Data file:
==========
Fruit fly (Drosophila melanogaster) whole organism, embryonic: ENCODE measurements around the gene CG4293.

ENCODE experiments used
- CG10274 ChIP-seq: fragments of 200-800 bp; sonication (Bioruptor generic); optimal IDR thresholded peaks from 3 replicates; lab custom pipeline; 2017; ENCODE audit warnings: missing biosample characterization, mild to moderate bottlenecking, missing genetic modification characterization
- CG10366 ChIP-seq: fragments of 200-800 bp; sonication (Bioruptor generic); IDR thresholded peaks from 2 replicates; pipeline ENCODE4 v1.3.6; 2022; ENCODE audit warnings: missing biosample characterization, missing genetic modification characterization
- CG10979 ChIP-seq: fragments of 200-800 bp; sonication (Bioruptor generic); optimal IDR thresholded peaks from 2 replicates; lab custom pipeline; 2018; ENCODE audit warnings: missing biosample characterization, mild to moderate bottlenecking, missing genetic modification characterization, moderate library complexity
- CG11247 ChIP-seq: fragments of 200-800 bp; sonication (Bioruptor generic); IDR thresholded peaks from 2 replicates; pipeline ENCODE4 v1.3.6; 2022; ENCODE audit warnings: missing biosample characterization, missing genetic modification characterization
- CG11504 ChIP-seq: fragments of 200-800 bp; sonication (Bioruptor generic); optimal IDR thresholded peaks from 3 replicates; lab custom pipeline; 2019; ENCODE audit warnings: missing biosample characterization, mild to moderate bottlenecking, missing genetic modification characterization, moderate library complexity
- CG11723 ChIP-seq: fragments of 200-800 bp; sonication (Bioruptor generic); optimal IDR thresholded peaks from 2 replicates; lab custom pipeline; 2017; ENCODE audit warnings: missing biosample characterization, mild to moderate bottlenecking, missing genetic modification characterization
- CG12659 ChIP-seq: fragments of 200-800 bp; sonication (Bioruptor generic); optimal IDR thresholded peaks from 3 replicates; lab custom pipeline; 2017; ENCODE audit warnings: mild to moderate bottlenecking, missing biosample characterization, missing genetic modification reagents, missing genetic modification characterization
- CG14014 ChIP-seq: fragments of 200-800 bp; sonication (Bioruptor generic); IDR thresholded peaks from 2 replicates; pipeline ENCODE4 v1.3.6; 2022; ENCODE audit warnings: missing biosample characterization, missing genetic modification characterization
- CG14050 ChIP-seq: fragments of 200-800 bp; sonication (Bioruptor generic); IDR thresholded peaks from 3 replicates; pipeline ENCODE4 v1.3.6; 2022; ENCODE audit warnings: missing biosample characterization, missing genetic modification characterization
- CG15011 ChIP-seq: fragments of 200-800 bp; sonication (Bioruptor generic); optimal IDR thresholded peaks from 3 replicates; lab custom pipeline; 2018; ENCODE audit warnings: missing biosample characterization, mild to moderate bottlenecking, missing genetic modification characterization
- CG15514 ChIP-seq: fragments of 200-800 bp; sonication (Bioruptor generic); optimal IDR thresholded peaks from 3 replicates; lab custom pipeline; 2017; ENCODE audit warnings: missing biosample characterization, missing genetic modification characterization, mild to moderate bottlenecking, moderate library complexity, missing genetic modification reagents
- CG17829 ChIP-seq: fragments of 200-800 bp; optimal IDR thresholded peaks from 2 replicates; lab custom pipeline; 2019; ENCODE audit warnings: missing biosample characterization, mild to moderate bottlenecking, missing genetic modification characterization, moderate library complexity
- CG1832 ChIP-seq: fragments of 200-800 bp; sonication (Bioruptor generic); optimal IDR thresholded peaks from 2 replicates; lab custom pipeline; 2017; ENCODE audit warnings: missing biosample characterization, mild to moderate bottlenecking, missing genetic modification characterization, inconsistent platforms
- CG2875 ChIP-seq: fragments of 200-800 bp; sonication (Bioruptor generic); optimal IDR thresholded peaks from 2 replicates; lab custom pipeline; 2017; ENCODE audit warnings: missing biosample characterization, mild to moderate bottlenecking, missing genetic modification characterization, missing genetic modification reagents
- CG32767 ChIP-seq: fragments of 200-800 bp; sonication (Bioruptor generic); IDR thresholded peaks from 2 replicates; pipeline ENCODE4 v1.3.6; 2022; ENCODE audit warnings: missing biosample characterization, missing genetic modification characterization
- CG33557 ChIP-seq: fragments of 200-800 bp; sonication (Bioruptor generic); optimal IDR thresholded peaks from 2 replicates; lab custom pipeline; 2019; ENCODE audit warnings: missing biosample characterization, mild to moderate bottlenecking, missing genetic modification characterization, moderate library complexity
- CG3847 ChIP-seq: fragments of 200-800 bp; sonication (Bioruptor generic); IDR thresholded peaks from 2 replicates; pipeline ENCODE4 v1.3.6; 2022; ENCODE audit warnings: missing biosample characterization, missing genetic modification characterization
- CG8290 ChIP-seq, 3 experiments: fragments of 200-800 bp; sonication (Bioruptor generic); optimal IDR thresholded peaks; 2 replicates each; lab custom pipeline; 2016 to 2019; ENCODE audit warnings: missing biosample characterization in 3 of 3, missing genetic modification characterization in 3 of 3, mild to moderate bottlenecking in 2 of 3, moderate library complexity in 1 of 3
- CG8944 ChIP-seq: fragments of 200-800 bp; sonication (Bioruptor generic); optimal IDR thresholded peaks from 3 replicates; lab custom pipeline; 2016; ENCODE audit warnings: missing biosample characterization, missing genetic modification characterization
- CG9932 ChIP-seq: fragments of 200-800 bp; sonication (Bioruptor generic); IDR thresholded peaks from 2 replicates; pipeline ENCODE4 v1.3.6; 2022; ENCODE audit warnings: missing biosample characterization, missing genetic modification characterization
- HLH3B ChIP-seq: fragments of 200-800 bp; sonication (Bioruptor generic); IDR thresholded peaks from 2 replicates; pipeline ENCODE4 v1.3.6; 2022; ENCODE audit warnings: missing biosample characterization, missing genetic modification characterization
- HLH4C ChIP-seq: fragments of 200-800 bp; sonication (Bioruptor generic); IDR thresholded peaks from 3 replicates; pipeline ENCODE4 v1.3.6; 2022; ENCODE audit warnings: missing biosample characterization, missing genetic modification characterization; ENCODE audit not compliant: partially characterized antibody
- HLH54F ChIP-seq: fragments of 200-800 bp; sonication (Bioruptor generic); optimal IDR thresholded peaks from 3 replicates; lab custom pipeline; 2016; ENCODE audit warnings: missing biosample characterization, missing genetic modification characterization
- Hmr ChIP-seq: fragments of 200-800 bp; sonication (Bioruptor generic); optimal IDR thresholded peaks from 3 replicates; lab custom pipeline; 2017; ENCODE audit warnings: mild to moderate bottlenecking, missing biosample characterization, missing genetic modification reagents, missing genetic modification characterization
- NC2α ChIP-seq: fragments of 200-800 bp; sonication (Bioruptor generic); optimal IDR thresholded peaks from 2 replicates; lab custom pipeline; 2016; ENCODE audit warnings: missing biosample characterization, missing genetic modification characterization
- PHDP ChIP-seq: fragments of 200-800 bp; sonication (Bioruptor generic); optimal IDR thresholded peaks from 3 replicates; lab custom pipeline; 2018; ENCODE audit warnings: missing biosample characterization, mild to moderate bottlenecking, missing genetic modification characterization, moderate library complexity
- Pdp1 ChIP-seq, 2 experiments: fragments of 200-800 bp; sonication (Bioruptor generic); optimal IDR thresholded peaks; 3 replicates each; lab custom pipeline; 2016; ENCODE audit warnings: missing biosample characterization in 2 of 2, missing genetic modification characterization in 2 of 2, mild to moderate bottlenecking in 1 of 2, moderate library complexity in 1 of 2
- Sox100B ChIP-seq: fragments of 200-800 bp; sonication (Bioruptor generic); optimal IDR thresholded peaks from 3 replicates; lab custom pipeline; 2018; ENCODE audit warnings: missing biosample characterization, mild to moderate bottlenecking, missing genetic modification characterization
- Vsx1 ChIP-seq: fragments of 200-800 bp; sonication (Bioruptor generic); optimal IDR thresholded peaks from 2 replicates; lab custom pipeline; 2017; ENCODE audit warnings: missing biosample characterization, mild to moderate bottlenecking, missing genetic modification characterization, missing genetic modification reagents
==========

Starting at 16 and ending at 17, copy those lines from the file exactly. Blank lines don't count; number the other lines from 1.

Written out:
- CG2875 ChIP-seq: fragments of 200-800 bp; sonication (Bioruptor generic); optimal IDR thresholded peaks from 2 replicates; lab custom pipeline; 2017; ENCODE audit warnings: missing biosample characterization, mild to moderate bottlenecking, missing genetic modification characterization, missing genetic modification reagents
- CG32767 ChIP-seq: fragments of 200-800 bp; sonication (Bioruptor generic); IDR thresholded peaks from 2 replicates; pipeline ENCODE4 v1.3.6; 2022; ENCODE audit warnings: missing biosample characterization, missing genetic modification characterization